united-states-flag_2188_130213397[1]I know this year Veterans Day fell on Friday, the 11th of November–the actual day of the holiday. But did you know that if it falls on a Sunday, it’s celebrated on Monday, and if it falls on a Saturday, it’s celebrated on Friday?  So, that being said, since we are “in the ballpark”, I couldn’t let this day go by without talking about the meaning of Veterans Day and how it came to be in our country. When I was a young child, I remember asking my parents about Veterans Day–but my mom always called it “Armistice Day”. When she told me the story about “the eleventh hour of the eleventh day of the eleventh month”, it always seemed like a magical spell–and maybe that’s what the world hoped it would be–the war to end all wars had already been fought, and so there wouldn’t be anymore. But there were.

World War I – known at the time as “The Great War” – officially ended when the Treaty of Versailles was signed on June 28, 1919, in the Palace of Versailles outside the town of Versailles, France. However, fighting ceased seven months earlier when an armistice, or temporary cessation of hostilities, between the Allied nations and Germany went into effect on the eleventh hour of the eleventh day of the eleventh month. For that reason, November 11, 1918, is generally regarded as the end of “the war to end all wars.”

The Last Two Minutes of FightingSoldiers of the 353rd Infantry near a church at Stenay, Meuse in France, wait for the end of hostilities.  This photo was taken at 10:58 a.m., on November 11, 1918, two minutes before the armistice ending World War I went into effect. It’s called “THE LAST TWO MINUTES OF FIGHTING”.

In November 1919, President Wilson proclaimed November 11 as the first commemoration of Armistice Day with the following words: “To us in America, the reflections of Armistice Day will be filled with solemn pride in the heroism of those who died in the country’s service and with gratitude for the victory, both because of the thing from which it has freed us and because of the opportunity it has given America to show her sympathy with peace and justice in the councils of the nations…”


WWI Scottish PiperThe original concept for the celebration was for a day observed with parades and public meetings and a brief suspension of business beginning at 11:00 a.m.

The United States Congress officially recognized the end of World War I when it passed a concurrent resolution on June 4, 1926, with these words:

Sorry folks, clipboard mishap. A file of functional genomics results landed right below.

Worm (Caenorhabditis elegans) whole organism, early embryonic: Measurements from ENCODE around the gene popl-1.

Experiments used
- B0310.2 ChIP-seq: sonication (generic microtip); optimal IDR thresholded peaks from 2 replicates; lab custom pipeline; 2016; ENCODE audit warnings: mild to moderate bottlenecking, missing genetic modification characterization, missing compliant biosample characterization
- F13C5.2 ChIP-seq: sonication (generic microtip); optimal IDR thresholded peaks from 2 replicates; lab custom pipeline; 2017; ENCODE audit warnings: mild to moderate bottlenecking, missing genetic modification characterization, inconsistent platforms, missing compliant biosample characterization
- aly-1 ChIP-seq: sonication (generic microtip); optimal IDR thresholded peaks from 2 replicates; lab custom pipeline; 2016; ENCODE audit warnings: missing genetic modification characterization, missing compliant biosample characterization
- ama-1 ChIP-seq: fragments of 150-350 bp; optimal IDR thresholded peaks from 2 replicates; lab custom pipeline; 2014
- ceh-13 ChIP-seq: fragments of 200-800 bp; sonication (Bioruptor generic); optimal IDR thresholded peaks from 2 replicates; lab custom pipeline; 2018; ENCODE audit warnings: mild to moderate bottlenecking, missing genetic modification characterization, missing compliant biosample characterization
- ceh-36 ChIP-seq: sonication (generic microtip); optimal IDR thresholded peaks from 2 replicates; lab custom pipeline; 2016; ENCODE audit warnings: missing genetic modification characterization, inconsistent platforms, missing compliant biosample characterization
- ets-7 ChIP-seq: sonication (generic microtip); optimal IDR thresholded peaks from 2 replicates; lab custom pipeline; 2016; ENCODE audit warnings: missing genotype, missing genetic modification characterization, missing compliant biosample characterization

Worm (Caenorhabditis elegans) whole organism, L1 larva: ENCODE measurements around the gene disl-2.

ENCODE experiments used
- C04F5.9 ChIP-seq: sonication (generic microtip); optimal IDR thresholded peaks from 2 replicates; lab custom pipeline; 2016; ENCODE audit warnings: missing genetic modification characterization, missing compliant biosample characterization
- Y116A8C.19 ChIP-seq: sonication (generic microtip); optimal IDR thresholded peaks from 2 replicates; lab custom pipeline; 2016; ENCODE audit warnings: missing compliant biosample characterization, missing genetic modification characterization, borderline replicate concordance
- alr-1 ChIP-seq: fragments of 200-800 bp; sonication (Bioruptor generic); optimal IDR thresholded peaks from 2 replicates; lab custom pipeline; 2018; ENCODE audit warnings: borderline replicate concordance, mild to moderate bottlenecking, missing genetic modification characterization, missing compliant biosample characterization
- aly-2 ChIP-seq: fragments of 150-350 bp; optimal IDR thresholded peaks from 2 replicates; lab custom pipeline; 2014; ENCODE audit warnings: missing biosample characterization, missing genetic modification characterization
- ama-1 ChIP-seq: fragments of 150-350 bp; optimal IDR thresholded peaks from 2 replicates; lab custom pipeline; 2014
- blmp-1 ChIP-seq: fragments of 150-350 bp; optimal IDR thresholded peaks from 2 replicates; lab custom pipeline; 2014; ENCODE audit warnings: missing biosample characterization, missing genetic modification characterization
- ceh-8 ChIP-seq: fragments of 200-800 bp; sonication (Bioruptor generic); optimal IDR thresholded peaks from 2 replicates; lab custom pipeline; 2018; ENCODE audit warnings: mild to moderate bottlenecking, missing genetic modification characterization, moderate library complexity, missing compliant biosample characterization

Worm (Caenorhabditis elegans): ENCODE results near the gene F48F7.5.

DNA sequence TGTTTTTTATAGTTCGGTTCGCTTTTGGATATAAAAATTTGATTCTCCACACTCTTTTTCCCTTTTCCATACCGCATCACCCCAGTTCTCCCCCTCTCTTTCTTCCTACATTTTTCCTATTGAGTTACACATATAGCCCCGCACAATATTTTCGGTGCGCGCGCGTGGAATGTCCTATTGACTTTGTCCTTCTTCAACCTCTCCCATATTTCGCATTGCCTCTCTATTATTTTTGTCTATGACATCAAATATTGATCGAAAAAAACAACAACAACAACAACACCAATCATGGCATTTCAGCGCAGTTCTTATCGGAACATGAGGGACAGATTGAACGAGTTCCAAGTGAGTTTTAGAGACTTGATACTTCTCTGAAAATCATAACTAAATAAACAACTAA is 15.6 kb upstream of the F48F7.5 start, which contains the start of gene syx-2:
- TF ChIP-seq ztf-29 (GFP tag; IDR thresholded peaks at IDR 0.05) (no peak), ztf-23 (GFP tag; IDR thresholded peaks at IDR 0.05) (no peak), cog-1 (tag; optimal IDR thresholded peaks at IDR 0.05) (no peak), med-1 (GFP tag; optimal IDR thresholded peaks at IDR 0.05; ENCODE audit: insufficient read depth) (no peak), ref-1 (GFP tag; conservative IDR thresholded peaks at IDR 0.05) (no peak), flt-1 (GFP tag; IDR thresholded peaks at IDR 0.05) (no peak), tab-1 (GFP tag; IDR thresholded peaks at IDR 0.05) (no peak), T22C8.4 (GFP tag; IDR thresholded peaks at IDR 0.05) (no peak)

Whereas the 11th of November 1918, marked the cessation of the most destructive, sanguinary, and far reaching war in human annals and the resumption by the people of the United States of    peaceful relations with other nations, which we hope may never again be severed, and

Whereas it is fitting that the recurring anniversary of this date should be commemorated with thanksgiving and prayer and exercises designed to perpetuate peace through good will and mutual understanding between nations; and

Whereas the legislatures of twenty-seven of our States have already declared November 11 to be a legal holiday: Therefore be it Resolved by the Senate (the House of Representatives concurring), that the President of the United States is requested to issue a proclamation calling upon the officials to display the flag of the United States on all Government buildings on November 11 and inviting the people of the United States to observe the day in schools and churches, or other suitable places, with appropriate ceremonies of friendly relations with all other peoples.


An Act (52 Stat. 351; 5 U. S. Code, Sec. 87a) approved May 13, 1938, made the 11th of November in each year a legal holiday—a day to be dedicated to the cause of world peace and to be thereafter celebrated and known as “Armistice Day.” Armistice Day was primarily a day set aside to honor veterans of World War I, but in 1954, after World War II had required the greatest mobilization of soldiers, sailors, Marines and airmen in the Nation’s history; after American forces had fought aggression in Korea, the 83rd Congress, at the urging of the veterans service organizations, amended the Act of 1938 by striking out the word “Armistice” and inserting in its place the word “Veterans.” With the approval of this legislation (Public Law 380) on June 1, 1954, November 11th became a day to honor American veterans of all wars.

united-states-flag_2183_58326922[1]From 1971-1978, Veterans Day was celebrated on October 25. In 1975, then-President Gerald Ford signed a bill that would return it to November 11 again starting in 1978.

Veterans Day continues to be observed on November 11, regardless of what day of the week on which it falls. The restoration of the observance of Veterans Day to November 11 not only preserves the historical significance of the date, but helps focus attention on the important purpose of Veterans Day: A celebration to honor America’s veterans for their patriotism, love of country, and willingness to serve and sacrifice for the common good.

Do you remember the poem by Canadian John McCrae “In Flanders Fields”? Many of us had to memorize this in elementary school. McCrae was a physician/surgeon during WWI–he died of pneumonia not long before the war ended. Take a minute to listen to this recitation of “In Flanders Fields” by the late Leonard Cohen. It is haunting.



CREDIT GIVEN TO:  Office of Public and Intergovernmental Affairs website for much of the text and one picture in this post.


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A native Oklahoman, I've been influenced by the west all my life. I love to write short stories and novels in the historical western and western romance genres, as well as contemporary romantic suspense! Check my Amazon author page to see my work: http://www.amazon.com/author/cherylpierson
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18 thoughts on “WHY DO WE HAVE VETERANS DAY? by Cheryl Pierson”

    • Debra, listening to Leonard Cohen read it is just…amazing. I love his voice, but his reading of this is really, really touching. Even more so when I started researching John McCrae, the author. He’d already been off to the Boer Wars and did not want to go back to war at all. I am always so in awe of people who can write such touching, beautiful lines with such meaning–so heartfelt–in poems such as this.